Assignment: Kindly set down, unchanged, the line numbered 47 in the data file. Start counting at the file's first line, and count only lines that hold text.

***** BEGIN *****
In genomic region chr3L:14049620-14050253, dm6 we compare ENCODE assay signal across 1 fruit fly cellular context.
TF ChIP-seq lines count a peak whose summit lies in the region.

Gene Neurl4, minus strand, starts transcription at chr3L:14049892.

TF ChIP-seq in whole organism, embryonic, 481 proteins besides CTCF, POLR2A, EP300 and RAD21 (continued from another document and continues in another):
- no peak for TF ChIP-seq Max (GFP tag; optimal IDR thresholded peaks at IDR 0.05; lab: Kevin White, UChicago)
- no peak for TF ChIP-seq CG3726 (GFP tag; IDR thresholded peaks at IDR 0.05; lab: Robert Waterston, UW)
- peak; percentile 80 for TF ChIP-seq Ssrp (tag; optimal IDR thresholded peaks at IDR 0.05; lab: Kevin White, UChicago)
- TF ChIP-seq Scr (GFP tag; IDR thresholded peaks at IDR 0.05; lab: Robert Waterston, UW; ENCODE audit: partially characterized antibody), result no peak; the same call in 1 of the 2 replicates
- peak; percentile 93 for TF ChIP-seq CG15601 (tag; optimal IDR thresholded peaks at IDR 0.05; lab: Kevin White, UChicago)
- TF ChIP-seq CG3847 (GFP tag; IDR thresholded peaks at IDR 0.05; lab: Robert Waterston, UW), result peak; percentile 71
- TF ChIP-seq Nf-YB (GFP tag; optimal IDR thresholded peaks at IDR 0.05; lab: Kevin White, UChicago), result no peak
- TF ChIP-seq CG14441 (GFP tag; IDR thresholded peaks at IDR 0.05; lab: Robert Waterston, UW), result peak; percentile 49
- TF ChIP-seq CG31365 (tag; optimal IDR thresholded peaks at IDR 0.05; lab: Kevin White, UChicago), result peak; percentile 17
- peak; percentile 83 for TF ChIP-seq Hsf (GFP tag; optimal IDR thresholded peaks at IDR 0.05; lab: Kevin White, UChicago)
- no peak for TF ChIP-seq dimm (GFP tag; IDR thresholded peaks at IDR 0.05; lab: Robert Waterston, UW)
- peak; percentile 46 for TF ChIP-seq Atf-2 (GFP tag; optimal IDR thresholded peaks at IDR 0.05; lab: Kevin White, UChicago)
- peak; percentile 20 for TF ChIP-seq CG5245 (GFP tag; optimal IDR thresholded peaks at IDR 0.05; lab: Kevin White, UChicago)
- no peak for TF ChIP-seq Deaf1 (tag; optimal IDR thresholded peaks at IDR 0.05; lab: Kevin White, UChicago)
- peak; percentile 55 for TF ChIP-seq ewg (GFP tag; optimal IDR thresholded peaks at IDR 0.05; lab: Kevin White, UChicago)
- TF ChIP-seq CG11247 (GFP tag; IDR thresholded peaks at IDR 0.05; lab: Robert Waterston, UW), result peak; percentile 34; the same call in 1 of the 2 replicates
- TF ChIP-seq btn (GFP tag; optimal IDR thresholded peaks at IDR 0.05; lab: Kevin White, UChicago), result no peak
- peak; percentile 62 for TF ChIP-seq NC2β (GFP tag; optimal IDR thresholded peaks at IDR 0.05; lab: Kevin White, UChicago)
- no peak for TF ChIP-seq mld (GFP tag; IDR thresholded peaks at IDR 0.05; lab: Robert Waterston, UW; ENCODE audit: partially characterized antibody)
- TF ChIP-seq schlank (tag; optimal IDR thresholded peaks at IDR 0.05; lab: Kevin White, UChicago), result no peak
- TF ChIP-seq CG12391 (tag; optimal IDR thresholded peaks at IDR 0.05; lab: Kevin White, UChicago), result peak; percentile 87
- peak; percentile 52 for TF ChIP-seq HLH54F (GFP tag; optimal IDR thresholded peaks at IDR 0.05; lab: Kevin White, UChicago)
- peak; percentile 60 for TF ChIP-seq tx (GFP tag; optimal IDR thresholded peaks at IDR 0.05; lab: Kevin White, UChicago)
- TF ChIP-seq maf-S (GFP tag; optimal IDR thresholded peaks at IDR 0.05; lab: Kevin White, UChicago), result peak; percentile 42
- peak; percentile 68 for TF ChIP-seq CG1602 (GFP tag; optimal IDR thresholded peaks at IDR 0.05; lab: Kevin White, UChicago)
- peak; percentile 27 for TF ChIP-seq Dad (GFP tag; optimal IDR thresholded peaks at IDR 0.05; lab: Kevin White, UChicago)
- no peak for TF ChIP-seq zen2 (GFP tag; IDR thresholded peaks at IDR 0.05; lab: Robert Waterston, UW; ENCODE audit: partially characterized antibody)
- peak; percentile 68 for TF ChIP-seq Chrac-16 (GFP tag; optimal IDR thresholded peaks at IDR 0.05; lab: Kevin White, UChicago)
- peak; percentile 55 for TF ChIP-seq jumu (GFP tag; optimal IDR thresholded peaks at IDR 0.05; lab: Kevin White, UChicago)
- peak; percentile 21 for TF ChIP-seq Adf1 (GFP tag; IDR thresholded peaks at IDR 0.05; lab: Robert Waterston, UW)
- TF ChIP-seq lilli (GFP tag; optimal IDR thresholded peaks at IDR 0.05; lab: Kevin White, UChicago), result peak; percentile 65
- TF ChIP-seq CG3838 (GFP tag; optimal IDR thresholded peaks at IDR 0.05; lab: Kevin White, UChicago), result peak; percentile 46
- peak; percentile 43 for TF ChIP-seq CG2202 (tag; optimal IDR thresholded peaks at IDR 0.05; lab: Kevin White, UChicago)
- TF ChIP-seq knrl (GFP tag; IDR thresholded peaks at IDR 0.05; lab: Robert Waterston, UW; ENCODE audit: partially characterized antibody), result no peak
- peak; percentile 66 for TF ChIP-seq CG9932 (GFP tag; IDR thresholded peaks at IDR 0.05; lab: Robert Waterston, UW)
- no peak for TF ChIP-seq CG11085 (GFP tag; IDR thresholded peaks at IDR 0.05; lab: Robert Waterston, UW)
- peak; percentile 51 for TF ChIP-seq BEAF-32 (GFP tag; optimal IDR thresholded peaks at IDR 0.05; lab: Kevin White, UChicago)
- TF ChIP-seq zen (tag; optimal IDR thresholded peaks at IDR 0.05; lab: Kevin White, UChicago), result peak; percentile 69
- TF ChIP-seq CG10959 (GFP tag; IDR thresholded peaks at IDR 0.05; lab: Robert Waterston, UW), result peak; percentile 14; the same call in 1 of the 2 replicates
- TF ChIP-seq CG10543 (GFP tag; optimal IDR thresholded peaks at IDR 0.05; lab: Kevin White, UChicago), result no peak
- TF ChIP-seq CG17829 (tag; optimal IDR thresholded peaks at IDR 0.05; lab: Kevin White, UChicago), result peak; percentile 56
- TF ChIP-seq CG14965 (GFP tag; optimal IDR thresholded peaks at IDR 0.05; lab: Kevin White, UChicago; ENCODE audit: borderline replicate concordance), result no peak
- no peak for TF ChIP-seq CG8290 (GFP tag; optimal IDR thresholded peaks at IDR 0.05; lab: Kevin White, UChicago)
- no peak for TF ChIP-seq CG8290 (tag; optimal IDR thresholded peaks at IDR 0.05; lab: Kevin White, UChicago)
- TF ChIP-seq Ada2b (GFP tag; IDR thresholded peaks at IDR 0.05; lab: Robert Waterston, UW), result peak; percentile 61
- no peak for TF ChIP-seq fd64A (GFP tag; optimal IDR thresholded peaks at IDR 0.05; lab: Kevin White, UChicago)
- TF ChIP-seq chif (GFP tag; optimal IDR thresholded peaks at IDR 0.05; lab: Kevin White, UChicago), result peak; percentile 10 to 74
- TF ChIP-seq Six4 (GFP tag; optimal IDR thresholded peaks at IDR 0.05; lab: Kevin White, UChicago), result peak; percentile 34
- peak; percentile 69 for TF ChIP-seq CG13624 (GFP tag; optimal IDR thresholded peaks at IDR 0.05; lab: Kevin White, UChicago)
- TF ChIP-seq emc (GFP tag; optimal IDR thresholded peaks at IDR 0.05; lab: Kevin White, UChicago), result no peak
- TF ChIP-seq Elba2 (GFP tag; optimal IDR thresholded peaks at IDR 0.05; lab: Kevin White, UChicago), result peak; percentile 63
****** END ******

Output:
- no peak for TF ChIP-seq CG8290 (GFP tag; optimal IDR thresholded peaks at IDR 0.05; lab: Kevin White, UChicago)